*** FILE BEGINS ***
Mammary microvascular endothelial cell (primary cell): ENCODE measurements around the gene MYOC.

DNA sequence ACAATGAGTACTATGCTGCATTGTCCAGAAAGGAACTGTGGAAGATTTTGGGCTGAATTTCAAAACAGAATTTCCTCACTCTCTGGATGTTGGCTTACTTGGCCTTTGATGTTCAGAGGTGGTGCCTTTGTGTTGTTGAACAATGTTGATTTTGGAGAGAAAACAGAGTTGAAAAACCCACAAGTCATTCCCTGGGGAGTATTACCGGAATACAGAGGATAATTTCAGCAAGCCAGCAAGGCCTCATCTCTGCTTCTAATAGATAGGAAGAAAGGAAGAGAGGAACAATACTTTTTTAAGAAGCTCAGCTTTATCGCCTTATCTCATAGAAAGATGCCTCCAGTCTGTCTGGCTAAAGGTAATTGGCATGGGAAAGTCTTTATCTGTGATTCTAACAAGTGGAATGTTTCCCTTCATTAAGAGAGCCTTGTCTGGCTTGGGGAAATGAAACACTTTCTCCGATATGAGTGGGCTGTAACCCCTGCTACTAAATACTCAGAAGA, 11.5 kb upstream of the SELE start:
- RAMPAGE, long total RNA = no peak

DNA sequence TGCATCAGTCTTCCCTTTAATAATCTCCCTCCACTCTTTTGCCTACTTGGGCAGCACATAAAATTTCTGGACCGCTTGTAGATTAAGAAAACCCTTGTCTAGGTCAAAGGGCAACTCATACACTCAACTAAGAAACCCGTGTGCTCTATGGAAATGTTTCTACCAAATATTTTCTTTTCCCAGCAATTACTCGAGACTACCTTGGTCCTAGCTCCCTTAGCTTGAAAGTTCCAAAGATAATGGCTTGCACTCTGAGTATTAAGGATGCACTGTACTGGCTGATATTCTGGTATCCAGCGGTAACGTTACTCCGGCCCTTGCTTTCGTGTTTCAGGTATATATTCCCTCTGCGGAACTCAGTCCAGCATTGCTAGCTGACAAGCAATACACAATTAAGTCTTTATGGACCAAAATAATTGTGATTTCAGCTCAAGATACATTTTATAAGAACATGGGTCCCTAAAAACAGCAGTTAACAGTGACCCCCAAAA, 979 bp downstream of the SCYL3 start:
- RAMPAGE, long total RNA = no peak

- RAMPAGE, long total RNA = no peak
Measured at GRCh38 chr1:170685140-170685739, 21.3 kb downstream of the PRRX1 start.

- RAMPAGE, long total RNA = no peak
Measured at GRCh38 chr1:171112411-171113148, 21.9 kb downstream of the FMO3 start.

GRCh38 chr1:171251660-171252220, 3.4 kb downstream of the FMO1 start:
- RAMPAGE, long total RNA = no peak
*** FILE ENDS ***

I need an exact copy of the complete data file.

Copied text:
Mammary microvascular endothelial cell (primary cell): ENCODE measurements around the gene MYOC.

DNA sequence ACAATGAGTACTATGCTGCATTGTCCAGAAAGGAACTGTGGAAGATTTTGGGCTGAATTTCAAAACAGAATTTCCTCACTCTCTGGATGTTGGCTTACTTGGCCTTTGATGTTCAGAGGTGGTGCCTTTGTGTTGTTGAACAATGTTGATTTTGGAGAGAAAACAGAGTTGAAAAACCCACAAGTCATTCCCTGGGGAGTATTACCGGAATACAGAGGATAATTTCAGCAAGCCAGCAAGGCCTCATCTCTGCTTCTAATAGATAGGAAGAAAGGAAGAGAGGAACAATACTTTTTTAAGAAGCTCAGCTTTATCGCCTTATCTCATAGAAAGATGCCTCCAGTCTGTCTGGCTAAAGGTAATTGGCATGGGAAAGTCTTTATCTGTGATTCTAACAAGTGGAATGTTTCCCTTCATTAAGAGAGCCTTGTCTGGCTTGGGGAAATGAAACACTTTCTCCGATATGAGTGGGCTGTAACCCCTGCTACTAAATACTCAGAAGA, 11.5 kb upstream of the SELE start:
- RAMPAGE, long total RNA = no peak

DNA sequence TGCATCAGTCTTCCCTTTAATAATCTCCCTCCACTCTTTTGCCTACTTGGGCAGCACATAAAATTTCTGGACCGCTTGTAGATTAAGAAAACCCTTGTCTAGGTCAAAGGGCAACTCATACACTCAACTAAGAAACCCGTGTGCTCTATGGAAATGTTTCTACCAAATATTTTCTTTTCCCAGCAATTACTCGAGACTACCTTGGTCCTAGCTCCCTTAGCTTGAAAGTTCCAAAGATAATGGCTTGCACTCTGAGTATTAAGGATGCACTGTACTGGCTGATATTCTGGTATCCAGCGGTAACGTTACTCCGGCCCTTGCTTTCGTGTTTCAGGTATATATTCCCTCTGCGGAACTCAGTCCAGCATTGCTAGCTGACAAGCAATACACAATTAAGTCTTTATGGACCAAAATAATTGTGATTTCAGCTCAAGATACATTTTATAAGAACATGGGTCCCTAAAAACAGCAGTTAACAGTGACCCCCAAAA, 979 bp downstream of the SCYL3 start:
- RAMPAGE, long total RNA = no peak

- RAMPAGE, long total RNA = no peak
Measured at GRCh38 chr1:170685140-170685739, 21.3 kb downstream of the PRRX1 start.

- RAMPAGE, long total RNA = no peak
Measured at GRCh38 chr1:171112411-171113148, 21.9 kb downstream of the FMO3 start.

GRCh38 chr1:171251660-171252220, 3.4 kb downstream of the FMO1 start:
- RAMPAGE, long total RNA = no peak